Deepti Sharma's act of 'mankading' England's Charlotte Dean has left cricketers and fans divided, with some coming in support of the all-rounders' 'win at any cost' attitude, while some are slamming her for breaking the 'spirit of cricket'.
What is causing this outrage? What is causing an equally huge outpouring of support? Let us have a look at origins of this controversial mode of sending batters back to pavilion and its status within the sport and its laws.
Sometimes, the batter at the non-striker's end leaves his popping crease while the bowler is in his/her final delivery stride. If a bowler sees this, he/she can legally attempt to run out that batter as per the laws of the sport.
This was first done by Indian cricket legend Vinoo Mankad during 1947-48 during India's tour of Australia by running out Australia's Bill Brown at the non-striker's end, which earned it the name 'Mankading'.
Since then, there have been a total of 11 'mankads' in international cricket and at least 50 across all levels and formats of cricket.
Many cricketers argue that it is against the spirit of the game, which lays emphasis on being fair, positive, self-disciplined and respectful of all, especially authorities like umpires. But it is legal as per the laws of the sport.
As per Law 41.16.1 (Unfair Play) of Marylebone Cricket Club (MCC) Laws of Cricket , "If the non-striker is out of his/her ground at any time from the moment the ball comes into play until the instant when the bowler would normally have been expected to release the ball, the non-striker is liable to be Run out. In these circumstances, the non-striker will be out Run out if he/she is out of his/her ground when his/her wicket is put down by the bowler throwing the ball at the stumps or by the bowler's hand holding the ball, whether or not the ball is subsequently delivered."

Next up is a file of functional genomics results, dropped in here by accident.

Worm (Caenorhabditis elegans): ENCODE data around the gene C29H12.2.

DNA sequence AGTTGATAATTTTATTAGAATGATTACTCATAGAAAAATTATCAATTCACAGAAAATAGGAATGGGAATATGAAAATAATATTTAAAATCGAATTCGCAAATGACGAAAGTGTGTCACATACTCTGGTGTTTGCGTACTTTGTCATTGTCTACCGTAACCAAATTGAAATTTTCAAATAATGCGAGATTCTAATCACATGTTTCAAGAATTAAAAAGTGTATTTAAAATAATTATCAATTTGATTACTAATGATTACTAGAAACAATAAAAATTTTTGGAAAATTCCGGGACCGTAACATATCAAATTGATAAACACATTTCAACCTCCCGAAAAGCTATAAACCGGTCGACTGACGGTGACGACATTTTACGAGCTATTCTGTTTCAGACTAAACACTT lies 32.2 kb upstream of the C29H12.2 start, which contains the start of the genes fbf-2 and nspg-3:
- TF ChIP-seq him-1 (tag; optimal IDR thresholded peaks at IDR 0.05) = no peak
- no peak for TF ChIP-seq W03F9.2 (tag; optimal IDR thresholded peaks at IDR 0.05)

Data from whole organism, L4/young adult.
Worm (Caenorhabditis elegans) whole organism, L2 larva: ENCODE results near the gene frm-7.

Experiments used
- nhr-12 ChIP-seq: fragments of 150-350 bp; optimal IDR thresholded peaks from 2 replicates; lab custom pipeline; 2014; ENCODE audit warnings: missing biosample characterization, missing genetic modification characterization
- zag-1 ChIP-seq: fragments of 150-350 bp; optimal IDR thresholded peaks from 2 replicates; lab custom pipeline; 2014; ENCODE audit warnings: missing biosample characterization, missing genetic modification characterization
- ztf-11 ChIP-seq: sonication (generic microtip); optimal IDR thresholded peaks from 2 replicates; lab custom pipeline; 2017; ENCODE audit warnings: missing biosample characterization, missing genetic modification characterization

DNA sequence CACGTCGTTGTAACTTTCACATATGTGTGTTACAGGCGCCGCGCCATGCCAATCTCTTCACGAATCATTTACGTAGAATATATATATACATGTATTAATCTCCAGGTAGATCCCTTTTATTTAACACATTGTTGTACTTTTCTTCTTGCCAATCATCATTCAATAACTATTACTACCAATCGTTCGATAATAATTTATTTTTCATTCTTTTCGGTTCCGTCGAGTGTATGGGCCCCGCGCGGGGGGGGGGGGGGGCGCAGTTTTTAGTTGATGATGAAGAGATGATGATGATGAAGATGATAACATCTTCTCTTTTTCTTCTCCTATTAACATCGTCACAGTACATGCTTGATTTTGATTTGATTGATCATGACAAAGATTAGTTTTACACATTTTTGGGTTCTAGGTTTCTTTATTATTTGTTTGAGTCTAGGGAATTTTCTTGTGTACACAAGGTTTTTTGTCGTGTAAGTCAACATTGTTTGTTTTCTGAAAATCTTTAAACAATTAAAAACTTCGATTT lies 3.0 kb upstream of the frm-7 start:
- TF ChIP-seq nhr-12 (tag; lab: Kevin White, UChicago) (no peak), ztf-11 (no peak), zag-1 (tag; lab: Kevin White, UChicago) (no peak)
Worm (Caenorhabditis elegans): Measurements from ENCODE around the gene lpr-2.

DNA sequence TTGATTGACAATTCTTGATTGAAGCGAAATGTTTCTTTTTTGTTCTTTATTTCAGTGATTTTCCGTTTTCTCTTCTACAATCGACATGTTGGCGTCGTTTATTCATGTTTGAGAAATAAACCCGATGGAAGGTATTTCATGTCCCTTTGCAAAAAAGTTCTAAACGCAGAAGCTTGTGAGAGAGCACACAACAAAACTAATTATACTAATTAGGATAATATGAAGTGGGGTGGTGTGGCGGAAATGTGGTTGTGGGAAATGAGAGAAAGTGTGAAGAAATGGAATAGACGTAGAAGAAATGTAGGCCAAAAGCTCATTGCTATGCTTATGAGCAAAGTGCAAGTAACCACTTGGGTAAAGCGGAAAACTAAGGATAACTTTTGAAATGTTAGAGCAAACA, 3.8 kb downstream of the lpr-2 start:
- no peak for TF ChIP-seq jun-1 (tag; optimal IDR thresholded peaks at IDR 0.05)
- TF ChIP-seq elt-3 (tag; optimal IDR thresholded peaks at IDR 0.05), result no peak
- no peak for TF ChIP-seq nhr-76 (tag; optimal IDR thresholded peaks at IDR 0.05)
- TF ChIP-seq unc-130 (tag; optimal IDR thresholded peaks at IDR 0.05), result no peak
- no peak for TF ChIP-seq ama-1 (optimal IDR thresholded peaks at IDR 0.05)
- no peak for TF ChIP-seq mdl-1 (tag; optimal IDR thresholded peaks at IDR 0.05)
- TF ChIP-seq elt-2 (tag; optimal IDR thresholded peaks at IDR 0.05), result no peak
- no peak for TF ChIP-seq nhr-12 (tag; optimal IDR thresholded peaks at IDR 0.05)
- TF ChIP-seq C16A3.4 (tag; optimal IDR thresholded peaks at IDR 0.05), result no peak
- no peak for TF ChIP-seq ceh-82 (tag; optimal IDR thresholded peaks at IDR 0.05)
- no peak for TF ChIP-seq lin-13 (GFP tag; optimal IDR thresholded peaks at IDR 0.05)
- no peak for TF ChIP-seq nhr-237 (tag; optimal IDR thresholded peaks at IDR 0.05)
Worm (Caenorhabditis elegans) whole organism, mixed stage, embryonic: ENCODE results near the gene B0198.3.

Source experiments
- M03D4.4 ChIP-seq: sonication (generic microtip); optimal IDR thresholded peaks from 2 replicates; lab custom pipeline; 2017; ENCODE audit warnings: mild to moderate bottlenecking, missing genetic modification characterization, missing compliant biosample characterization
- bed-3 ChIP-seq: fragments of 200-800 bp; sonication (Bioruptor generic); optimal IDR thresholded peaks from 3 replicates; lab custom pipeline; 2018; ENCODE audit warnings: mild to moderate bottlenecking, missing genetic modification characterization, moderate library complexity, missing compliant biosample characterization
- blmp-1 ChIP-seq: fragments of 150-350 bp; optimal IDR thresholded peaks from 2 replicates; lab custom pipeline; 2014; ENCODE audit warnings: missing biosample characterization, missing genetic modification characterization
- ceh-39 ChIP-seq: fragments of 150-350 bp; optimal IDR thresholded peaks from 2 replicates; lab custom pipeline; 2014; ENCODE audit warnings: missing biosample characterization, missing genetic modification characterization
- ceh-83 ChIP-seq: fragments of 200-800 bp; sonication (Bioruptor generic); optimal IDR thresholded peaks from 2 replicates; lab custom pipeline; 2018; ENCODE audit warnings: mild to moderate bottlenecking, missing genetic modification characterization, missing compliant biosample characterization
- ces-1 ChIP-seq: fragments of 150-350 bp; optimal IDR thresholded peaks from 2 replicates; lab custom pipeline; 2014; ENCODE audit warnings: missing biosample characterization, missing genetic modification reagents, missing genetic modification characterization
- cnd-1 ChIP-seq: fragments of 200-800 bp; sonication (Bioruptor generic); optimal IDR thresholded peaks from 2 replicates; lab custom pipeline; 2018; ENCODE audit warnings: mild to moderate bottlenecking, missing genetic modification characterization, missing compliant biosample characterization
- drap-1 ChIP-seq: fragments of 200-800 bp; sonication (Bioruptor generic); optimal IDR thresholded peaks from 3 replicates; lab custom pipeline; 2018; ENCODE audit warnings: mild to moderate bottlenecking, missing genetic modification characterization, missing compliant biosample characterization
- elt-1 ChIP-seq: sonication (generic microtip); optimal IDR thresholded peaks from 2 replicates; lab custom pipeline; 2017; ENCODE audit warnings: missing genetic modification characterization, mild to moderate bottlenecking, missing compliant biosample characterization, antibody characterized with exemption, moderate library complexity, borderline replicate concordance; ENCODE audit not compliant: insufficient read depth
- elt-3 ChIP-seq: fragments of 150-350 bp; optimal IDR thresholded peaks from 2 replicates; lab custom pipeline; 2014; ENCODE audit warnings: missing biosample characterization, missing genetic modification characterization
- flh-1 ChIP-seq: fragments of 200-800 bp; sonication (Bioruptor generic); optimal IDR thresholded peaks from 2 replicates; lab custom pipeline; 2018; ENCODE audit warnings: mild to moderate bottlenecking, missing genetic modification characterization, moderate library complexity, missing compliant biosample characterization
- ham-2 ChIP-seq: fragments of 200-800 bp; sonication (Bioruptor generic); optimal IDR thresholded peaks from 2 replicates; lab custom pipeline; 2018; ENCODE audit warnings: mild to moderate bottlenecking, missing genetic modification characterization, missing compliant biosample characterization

This law has been put in place to keep the batters inside the crease and prevent the unfair, easy stealing of singles by leaving the crease early before a ball is even bowled.
But many cricketers have voiced out their opinion against 'mankading', especially after Indian spinner Ravichandran Ashwin dismissed Rajasthan Royals batter Jos Buttler in a similar fashion during IPL 2019 while playing for Punjab Kings.
Back then, Jos Buttler's teammate and former England skipper Eoin Morgan had blasted Ashwin for it, tweeting, "I can't believe what I'm seeing!! @IPL Terrible example to set for young kids coming through. In time I think Ashwin will regret that."
Late Australian spinner Shane Warne had also lashed out at Ashwin, tweeting, "So disappointed in @ashwinravi99 as a Captain & as a person. All captains sign the #IPL wall & agree to play in the spirit of the game. RA had no intention of delivering the ball - so it should have been called a dead ball. Over to u BCCI - this a not a good look for the #IPL."
Former English skipper Michael Vaughan had also tweeted, ""If @josbuttler had been warned well that's fine ... if he hasn't and it's the first time I think @ashwinravi99 is completely out of order ... watch how often this happens from now on !!!!!!! #IPL."
But Ashwin received support from the likes of former Australian players Mitchell Johnson and late batting great Dean Jones.
"Don't blame Ashwin here. As it's allowed in the Laws of the game.. how is it disrespectful or against the spirit of the game if it's allowed within the Laws of game? Blame the administrators for making the Law," Jones had tweeted.
The situation is not too different for Deepti. She has been received support from Indian/Foreign players like Virender Sehwag, Wasim Jaffer, Tabraiz Shamsi (South Africa), Monty Panesar and Alex Hales (England), Ravichandran Ashwin. But notable English players like Stuart Broad, Nasser Hussain, James Anderson and Sam Billings have voiced out their opinions against Deepti's act.
So what is the status of mankading within the sport of cricket currently?
The act is completely legal within the laws of the sport. But many deem it to be unfair and against the spirit of the game, which is also reflected in criticism by players mentioned above. But from October 1, 2022 onwards, this mode of dismissal could gain some more normalcy and garner less controversy in the near future as International Cricket Council (ICC) announced on September 20 that from October 1 onwards, mankading will move from Law 41 (Unfair Play) to Law 38 (Run out) section as per updated playing conditions. ANI